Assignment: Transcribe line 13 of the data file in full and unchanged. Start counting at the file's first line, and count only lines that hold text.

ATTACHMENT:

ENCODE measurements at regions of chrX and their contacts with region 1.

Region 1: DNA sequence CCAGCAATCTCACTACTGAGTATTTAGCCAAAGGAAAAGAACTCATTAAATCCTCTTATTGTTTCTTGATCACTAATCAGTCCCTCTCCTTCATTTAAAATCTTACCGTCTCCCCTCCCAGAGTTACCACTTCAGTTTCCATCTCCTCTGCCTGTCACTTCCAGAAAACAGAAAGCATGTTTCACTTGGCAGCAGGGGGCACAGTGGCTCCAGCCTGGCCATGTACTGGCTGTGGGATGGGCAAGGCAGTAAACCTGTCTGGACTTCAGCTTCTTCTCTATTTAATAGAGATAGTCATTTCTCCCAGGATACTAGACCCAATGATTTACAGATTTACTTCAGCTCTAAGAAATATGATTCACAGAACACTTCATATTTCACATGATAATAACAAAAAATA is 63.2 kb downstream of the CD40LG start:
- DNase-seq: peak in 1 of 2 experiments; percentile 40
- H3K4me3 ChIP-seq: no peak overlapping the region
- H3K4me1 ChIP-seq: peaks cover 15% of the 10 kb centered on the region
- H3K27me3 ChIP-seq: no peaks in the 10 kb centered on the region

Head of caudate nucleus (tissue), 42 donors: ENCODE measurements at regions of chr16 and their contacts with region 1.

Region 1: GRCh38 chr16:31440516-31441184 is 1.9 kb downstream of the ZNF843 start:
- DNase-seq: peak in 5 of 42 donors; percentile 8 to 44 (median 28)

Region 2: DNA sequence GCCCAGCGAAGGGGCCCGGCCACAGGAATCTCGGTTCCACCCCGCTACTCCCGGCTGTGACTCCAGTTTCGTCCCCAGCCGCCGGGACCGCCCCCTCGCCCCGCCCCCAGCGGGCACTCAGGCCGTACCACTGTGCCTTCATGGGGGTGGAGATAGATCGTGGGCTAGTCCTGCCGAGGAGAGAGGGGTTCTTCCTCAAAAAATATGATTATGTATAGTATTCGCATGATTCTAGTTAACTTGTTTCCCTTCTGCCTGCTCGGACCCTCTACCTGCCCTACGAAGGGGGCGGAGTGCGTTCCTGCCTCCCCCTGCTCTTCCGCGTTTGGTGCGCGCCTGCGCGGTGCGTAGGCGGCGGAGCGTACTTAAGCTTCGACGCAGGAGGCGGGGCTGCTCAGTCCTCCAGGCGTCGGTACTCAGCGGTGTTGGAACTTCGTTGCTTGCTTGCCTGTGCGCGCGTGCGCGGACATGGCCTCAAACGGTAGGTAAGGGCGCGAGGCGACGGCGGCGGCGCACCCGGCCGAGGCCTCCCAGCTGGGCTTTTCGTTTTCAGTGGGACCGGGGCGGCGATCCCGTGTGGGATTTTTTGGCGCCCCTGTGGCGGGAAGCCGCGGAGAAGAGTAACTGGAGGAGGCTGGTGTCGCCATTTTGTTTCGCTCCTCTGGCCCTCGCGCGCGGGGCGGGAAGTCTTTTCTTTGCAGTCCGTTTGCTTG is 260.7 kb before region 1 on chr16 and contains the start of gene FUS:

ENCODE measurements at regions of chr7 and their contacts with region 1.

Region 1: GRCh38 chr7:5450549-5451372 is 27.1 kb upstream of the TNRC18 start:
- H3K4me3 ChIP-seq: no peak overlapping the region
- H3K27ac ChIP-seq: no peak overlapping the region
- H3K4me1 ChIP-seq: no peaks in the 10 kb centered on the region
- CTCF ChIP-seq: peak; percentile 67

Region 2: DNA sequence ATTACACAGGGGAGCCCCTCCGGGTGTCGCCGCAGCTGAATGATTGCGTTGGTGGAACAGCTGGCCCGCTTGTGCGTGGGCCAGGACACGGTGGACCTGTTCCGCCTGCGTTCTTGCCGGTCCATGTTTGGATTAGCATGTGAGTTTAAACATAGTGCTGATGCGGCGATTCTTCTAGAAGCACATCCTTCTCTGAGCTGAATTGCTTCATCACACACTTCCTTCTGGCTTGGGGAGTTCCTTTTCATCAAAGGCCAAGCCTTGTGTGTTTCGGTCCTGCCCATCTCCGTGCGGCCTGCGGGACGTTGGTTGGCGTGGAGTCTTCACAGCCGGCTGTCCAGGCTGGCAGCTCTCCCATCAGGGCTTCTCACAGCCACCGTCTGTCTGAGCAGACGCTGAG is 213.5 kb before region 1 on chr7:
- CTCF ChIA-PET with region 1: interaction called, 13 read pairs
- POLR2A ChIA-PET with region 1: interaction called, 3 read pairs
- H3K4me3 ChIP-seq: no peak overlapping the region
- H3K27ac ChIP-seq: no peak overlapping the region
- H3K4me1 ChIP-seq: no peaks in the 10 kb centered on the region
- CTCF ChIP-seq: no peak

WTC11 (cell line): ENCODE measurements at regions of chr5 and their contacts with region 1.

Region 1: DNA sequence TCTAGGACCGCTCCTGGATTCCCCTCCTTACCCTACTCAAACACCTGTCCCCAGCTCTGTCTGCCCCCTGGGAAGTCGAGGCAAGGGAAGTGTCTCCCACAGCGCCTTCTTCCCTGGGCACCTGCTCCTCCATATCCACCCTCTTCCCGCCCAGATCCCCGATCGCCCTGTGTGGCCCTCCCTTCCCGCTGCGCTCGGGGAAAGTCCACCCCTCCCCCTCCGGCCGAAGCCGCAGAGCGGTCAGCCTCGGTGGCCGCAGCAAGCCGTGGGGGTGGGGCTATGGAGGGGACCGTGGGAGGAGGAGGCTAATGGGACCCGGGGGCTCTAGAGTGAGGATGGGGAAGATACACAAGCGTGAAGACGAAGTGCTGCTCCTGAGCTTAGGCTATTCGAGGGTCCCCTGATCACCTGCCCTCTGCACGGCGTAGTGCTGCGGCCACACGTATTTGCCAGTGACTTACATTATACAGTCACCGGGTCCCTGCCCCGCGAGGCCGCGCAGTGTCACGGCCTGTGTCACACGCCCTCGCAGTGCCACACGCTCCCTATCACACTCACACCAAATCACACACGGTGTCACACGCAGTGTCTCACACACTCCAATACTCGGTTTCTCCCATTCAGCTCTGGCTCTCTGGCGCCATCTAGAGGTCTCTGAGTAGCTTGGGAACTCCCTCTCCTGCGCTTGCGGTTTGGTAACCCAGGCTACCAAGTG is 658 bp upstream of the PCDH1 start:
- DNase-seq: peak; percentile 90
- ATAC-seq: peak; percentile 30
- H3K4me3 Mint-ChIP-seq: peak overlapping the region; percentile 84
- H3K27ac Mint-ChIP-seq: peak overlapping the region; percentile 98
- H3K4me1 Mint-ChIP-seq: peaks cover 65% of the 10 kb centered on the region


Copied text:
- H3K4me3 ChIP-seq: no peak overlapping the region